Savings and Debt Reduction
Savings is a key component of any solid financial plan. Whether it is for retirement, long range goals, or short term emergency funds, savings is an essential function for each of us to perform in order to prevent an escalation of debt and maintain our financial health. When you decide to begin a savings program, you must first choose an investment vehicle which best meets your retirement goals. One very popular vehicle in today's financial world is the mutual fund.
Mutual funds are a collection of stocks and/or bonds and are headed up by a manager who actively maintains the portfolio and determines when to buy and sell. When you buy shares of a mutual fund, you become a shareholder and are entitled to voting privileges that are proportionate to the amount of shares owned. Mutual funds can be used for 401ks, and IRAs, as well as shorter term investments.
The benefit of a mutual fund is that it is managed by a professional. The average investor does not have the time or expertise to actively manage a large portfolio of funds. By investing in a mutual fund this management service is provided. Historically stocks are good investments and most mutual funds are composed of stocks. History has shown that over any extended length of time stocks bring investors a relatively high rate of return.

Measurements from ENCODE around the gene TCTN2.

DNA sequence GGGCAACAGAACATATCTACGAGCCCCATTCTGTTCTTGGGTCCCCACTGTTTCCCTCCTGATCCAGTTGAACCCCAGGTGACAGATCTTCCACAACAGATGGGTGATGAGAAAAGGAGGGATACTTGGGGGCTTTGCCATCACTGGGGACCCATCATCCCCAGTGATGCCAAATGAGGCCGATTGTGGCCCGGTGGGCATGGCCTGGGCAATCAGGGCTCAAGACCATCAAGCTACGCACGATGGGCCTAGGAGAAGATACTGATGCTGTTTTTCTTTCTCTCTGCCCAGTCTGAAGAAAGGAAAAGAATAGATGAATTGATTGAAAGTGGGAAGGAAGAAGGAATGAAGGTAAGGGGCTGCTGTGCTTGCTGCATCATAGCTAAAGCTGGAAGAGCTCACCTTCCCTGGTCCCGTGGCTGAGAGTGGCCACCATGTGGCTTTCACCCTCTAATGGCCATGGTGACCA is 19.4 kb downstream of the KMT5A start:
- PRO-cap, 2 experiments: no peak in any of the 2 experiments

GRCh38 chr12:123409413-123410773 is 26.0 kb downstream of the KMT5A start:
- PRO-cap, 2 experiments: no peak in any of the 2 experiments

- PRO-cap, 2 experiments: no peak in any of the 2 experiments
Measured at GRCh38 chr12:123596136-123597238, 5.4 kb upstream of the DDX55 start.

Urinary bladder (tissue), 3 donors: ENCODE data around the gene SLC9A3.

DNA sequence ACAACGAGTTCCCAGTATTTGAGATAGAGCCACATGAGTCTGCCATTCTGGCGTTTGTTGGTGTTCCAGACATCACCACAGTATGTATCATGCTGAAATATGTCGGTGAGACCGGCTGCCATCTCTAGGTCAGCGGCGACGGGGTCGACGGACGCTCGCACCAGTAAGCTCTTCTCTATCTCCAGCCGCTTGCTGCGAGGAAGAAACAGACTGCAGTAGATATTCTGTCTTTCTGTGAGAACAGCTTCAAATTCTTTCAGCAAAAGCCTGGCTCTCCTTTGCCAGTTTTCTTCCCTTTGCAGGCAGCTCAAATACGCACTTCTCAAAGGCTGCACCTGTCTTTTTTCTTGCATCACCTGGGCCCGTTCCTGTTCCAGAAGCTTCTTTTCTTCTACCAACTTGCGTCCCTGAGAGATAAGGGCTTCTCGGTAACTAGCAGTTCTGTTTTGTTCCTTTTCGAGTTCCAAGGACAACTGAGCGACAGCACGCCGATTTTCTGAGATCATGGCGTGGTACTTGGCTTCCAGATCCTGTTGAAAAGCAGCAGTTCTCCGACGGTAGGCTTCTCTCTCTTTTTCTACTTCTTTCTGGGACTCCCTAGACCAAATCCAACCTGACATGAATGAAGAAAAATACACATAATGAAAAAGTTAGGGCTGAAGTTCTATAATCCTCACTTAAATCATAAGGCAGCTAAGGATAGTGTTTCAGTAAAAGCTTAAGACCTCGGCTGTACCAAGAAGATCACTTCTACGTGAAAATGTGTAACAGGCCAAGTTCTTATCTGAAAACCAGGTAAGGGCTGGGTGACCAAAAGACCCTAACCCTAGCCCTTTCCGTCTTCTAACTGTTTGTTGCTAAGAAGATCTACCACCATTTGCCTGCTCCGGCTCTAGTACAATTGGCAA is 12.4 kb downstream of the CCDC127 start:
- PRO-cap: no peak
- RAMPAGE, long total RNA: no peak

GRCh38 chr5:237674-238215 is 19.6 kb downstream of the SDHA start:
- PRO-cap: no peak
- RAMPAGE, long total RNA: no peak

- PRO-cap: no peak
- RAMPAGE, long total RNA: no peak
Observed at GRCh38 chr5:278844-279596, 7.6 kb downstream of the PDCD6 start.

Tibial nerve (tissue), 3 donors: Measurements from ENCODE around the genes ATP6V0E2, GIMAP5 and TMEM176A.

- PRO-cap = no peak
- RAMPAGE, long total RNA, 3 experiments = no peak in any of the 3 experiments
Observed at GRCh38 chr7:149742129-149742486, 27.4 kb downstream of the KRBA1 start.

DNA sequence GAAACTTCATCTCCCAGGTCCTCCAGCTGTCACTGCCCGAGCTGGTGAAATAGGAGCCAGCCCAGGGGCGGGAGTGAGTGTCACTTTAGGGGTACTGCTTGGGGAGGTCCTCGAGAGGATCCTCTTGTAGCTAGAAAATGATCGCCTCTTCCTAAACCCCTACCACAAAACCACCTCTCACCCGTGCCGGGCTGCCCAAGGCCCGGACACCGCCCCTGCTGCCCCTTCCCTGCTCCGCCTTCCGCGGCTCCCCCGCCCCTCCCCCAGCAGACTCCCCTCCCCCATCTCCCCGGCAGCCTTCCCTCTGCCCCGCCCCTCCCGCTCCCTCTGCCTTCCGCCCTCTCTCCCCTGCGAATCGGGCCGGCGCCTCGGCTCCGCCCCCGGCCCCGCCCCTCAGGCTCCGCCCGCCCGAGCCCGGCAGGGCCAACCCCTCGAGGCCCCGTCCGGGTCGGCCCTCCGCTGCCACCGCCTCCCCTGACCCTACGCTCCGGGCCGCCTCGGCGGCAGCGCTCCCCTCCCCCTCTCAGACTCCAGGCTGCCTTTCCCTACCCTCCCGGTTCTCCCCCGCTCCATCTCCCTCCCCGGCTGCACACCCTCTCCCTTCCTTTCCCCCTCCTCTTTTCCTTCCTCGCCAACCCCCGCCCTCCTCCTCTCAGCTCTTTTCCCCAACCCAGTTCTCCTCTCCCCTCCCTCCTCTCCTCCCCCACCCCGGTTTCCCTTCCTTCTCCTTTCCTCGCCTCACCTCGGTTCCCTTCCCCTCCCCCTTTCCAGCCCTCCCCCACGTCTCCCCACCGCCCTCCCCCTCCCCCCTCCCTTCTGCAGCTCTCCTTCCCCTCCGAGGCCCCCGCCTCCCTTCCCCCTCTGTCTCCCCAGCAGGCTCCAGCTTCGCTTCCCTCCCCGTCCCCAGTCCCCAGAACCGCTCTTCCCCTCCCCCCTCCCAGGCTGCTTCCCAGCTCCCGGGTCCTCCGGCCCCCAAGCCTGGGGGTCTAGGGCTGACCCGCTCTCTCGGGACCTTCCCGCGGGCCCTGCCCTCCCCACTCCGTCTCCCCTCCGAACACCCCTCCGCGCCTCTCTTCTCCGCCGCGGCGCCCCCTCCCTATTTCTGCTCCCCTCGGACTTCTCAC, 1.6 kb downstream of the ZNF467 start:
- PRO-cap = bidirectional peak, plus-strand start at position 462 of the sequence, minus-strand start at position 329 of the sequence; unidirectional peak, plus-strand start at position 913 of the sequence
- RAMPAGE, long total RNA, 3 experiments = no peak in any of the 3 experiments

Choosing a plan is not hard and there are a variety of services available that rate mutual funds based on past performance and a variety of other variables. These are very useful tools to assist you in your decision making process. In addition, your choice will be greatly determined by your level of risk tolerance. If you are very adverse to risk than a conservative bond fund may be a good option. If you prefer to take more risks then you will want to invest more heavily in stock funds.
Many investment experts recommend a product called an index fund which is a portfolio of stocks that attempt to simulate the performance of an index by including similar companies in similar proportions. A stock index like the S&P 500 Index is a group of diverse and widely held stocks that when viewed together form a barometer for how the market is performing. Index funds offer a couple of strong advantages because traditionally they have higher returns than 80% of actively managed funds and they have lower fees.